Monday, March 8, 2010

Blood groups and immunology

Although agglutination is a mechanism by which your body destroys attacking microorganisms, when this happens on a larger scale it can be dangerous. The human blood groups are a good illustration of the way that antibodies and antigens interact and this is well illustrated at the Nobel prize website (Karl Landsteiner's work made it possible to determine blood groups and thus paved the way for blood transfusions to be carried out safely. For this discovery he was awarded the Nobel Prize in Physiology or Medicine in 1930.)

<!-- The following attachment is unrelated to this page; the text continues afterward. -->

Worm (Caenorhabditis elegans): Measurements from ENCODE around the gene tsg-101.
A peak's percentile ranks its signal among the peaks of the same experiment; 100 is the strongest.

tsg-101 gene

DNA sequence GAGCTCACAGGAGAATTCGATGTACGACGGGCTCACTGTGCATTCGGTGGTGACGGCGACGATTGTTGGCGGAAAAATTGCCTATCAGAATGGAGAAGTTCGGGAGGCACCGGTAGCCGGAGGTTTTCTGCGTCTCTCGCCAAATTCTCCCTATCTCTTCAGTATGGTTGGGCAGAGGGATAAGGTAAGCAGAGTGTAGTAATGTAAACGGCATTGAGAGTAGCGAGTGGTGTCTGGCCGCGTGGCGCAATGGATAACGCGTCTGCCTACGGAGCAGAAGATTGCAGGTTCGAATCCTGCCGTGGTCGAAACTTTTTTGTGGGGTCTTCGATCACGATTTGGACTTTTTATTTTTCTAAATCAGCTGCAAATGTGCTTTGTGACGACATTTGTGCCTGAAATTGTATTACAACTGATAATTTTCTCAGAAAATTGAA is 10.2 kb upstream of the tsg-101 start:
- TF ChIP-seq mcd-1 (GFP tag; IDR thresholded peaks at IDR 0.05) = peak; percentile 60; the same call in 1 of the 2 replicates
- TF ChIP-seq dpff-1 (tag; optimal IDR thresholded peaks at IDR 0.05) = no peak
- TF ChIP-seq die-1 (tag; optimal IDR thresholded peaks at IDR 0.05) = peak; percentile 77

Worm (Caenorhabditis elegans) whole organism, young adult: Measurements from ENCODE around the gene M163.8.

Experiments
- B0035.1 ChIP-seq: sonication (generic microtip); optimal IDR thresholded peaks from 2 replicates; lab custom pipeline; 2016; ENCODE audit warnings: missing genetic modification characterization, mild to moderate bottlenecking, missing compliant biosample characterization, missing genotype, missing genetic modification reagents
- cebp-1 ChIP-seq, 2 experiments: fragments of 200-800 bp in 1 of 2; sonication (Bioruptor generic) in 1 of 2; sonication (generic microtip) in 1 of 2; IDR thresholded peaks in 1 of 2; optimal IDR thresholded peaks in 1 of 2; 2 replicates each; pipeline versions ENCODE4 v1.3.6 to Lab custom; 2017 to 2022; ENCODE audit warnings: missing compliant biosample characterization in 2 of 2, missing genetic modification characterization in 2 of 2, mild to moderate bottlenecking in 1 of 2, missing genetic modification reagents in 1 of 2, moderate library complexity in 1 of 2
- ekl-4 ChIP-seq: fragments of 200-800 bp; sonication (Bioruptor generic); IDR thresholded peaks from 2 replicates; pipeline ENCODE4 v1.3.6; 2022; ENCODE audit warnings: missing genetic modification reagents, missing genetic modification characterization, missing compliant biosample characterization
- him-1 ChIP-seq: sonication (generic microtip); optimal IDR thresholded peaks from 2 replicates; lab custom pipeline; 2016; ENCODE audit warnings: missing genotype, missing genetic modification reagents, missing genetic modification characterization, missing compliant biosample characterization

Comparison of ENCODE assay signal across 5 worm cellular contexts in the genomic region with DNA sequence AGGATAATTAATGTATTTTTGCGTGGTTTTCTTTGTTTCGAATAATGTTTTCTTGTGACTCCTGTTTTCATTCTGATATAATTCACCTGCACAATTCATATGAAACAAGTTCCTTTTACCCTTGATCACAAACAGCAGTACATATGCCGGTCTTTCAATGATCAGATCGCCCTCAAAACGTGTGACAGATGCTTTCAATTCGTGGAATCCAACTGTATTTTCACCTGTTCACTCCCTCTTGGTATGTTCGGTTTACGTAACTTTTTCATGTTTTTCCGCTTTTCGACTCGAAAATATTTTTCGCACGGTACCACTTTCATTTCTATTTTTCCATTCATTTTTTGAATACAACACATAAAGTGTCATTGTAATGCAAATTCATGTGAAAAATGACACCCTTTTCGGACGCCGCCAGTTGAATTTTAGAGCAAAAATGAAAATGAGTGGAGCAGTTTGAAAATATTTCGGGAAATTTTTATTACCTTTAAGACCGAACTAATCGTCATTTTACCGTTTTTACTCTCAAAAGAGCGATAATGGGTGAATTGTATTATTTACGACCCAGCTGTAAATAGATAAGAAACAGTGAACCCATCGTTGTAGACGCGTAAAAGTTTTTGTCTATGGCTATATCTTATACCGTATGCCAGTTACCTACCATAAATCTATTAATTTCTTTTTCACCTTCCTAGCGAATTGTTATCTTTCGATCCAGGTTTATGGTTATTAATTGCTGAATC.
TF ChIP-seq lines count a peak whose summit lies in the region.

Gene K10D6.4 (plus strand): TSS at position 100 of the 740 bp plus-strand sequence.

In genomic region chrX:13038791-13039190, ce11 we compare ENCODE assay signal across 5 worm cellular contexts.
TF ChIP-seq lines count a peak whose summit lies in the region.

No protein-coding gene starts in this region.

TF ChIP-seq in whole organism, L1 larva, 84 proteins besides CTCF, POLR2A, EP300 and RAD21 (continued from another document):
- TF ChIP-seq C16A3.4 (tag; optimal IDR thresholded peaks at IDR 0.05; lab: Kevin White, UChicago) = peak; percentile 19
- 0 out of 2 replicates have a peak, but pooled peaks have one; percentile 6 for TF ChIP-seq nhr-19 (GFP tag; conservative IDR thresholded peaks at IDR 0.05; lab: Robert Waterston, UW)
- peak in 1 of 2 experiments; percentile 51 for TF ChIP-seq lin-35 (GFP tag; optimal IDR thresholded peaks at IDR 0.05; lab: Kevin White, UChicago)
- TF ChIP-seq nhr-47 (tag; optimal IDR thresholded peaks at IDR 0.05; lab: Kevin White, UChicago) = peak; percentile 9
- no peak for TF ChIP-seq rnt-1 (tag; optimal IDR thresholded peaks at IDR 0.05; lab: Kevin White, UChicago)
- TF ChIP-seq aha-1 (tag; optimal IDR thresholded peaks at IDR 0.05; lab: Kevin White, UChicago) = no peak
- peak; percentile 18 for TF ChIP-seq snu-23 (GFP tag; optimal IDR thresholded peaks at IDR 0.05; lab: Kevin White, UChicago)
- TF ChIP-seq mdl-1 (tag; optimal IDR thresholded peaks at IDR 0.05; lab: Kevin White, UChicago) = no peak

Note that the example of human blood groups also illustrates that you do not generally have antibodies against antigens that are normally present in your body. This makes a lot of sense and this distinction between self and non-self is crucial. We see the importance of it, and the power of our immune system, when it breaks down in so-called auto-immune diseases (originally known by the splendidly gothic name of “horror autotoxicus”).

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